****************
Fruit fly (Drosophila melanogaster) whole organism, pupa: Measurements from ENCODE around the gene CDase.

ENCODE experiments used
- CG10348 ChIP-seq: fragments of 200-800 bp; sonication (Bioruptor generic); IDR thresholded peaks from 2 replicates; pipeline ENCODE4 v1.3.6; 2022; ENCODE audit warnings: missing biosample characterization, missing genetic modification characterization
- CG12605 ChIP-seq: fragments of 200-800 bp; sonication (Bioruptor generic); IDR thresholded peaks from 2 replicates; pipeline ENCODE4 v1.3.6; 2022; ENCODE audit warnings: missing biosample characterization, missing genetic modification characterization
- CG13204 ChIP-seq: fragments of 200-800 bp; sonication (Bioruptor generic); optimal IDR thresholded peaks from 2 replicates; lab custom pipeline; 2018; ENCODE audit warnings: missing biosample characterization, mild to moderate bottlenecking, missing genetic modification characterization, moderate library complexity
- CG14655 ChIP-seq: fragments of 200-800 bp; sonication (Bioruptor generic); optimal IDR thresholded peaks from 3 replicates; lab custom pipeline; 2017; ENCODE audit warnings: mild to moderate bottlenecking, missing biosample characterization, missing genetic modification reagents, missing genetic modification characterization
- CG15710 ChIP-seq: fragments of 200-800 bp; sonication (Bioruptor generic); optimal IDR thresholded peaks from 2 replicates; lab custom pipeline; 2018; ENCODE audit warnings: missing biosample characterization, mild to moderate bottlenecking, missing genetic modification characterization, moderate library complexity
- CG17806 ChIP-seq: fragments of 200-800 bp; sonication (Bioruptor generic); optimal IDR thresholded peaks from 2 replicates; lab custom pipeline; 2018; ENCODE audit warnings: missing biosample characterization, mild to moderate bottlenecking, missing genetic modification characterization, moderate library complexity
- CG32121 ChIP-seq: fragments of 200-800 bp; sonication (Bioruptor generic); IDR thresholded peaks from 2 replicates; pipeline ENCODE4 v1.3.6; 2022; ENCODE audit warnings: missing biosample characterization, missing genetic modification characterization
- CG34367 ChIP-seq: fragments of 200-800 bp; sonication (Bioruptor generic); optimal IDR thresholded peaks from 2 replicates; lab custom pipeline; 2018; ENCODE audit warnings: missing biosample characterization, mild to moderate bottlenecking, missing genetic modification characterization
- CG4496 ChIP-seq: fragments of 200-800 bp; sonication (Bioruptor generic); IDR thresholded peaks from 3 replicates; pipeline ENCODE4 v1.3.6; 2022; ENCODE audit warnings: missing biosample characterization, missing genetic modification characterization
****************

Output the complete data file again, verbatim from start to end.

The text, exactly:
Fruit fly (Drosophila melanogaster) whole organism, pupa: Measurements from ENCODE around the gene CDase.

ENCODE experiments used
- CG10348 ChIP-seq: fragments of 200-800 bp; sonication (Bioruptor generic); IDR thresholded peaks from 2 replicates; pipeline ENCODE4 v1.3.6; 2022; ENCODE audit warnings: missing biosample characterization, missing genetic modification characterization
- CG12605 ChIP-seq: fragments of 200-800 bp; sonication (Bioruptor generic); IDR thresholded peaks from 2 replicates; pipeline ENCODE4 v1.3.6; 2022; ENCODE audit warnings: missing biosample characterization, missing genetic modification characterization
- CG13204 ChIP-seq: fragments of 200-800 bp; sonication (Bioruptor generic); optimal IDR thresholded peaks from 2 replicates; lab custom pipeline; 2018; ENCODE audit warnings: missing biosample characterization, mild to moderate bottlenecking, missing genetic modification characterization, moderate library complexity
- CG14655 ChIP-seq: fragments of 200-800 bp; sonication (Bioruptor generic); optimal IDR thresholded peaks from 3 replicates; lab custom pipeline; 2017; ENCODE audit warnings: mild to moderate bottlenecking, missing biosample characterization, missing genetic modification reagents, missing genetic modification characterization
- CG15710 ChIP-seq: fragments of 200-800 bp; sonication (Bioruptor generic); optimal IDR thresholded peaks from 2 replicates; lab custom pipeline; 2018; ENCODE audit warnings: missing biosample characterization, mild to moderate bottlenecking, missing genetic modification characterization, moderate library complexity
- CG17806 ChIP-seq: fragments of 200-800 bp; sonication (Bioruptor generic); optimal IDR thresholded peaks from 2 replicates; lab custom pipeline; 2018; ENCODE audit warnings: missing biosample characterization, mild to moderate bottlenecking, missing genetic modification characterization, moderate library complexity
- CG32121 ChIP-seq: fragments of 200-800 bp; sonication (Bioruptor generic); IDR thresholded peaks from 2 replicates; pipeline ENCODE4 v1.3.6; 2022; ENCODE audit warnings: missing biosample characterization, missing genetic modification characterization
- CG34367 ChIP-seq: fragments of 200-800 bp; sonication (Bioruptor generic); optimal IDR thresholded peaks from 2 replicates; lab custom pipeline; 2018; ENCODE audit warnings: missing biosample characterization, mild to moderate bottlenecking, missing genetic modification characterization
- CG4496 ChIP-seq: fragments of 200-800 bp; sonication (Bioruptor generic); IDR thresholded peaks from 3 replicates; pipeline ENCODE4 v1.3.6; 2022; ENCODE audit warnings: missing biosample characterization, missing genetic modification characterization